I’ve been in my community for nearly nine months now, learning about the comings and goings. My focus as directed by Peace Corps is to learn about health problems and to educate the community about solutions. So far my health education here has gone all right. I’ve done some small projects and some larger ones, with varying success. I’m going to continue with that, however I’ve recently decided that the greatest threat to my community is not health related, but environmental.
Probably a better way to put it is that my community is a threat to the environment. I wrote a post about this topic several months ago, but I think I understand the situation a little better now.
The problem as identified by the community is the deterioration of soil quality. It’s easy to see what’s happening when you look at a river or stream: the water runs brown here. Topsoil is flowing off the earth, leaving rocks behind. Poorer soil quality has a number of deleterious effects on people’s lives here. As sheepherding is the primary source of income here, people need grass for the sheep to eat. Since the soil is in such bad shape, less grass grows. Agriculture is also key to people’s lives here and poorer soil means that output from the land decreases. Poorer soil also means that trees are less likely to sprout, making it harder for people to collect wood. Finally, less water is absorbed by the earth, meaning that reservoir fed springs go dry quicker.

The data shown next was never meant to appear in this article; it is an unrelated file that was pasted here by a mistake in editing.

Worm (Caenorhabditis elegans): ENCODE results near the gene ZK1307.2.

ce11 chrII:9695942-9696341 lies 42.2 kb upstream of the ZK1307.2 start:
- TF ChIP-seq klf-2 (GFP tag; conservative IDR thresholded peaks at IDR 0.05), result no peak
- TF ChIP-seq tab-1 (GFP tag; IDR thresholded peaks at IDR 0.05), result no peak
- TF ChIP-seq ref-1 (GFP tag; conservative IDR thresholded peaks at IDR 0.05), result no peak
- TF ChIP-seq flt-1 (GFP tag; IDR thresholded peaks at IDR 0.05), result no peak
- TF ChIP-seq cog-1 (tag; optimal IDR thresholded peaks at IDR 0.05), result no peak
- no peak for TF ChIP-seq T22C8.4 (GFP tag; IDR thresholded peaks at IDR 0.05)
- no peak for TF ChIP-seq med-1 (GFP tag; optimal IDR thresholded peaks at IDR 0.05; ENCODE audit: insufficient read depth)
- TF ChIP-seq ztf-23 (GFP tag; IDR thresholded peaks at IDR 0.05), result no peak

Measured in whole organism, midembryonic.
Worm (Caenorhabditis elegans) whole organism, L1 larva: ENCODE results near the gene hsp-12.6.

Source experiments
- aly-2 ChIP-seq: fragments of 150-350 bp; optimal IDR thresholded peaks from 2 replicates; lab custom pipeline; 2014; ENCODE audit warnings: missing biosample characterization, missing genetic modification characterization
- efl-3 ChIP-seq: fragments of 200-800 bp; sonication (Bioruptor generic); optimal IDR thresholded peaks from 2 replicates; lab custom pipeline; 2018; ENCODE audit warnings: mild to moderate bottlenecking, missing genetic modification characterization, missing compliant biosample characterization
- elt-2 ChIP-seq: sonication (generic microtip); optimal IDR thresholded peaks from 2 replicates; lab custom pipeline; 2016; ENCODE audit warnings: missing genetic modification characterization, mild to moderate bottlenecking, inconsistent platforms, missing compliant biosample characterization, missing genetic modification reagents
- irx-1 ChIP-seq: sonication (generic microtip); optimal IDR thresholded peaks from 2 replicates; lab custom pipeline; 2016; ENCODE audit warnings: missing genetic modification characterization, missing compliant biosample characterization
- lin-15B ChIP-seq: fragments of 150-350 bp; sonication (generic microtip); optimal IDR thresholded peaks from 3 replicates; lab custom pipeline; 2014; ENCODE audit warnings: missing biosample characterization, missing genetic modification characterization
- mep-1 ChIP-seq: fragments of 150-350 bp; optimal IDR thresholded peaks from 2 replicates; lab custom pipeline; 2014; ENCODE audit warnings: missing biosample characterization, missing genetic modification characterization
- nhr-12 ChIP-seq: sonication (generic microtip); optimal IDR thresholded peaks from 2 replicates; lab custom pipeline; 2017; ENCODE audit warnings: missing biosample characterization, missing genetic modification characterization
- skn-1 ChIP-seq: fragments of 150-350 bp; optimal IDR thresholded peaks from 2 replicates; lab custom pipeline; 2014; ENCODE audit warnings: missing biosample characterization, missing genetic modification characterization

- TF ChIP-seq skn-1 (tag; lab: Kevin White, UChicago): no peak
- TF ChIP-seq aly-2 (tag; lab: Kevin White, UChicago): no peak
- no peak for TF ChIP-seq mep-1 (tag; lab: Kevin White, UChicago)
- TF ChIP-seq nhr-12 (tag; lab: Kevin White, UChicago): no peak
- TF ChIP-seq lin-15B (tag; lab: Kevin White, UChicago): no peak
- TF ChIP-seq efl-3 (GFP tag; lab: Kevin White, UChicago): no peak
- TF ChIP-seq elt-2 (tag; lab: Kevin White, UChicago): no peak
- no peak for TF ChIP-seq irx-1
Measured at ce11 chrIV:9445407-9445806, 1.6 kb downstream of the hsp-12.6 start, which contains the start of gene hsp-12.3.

I recently visited one of my outer douars. It is 28km from my village along a terrible road. On a truck it took us nearly five hours to get from this village to souq, which gives you a sense of how isolated these people are. They hardly have any trees to cut down for wood. They have exhausted their supply. People buy wood from a nearby village (which is more expensive than they can afford) or they burn little bushes and sticks. 10 years ago this village had wood and now they have none. I worry that the entire region could become like this if the resources are not better managed. No wood for burning, no grass for sheep, no soil for farming. The region would become uninhabitable.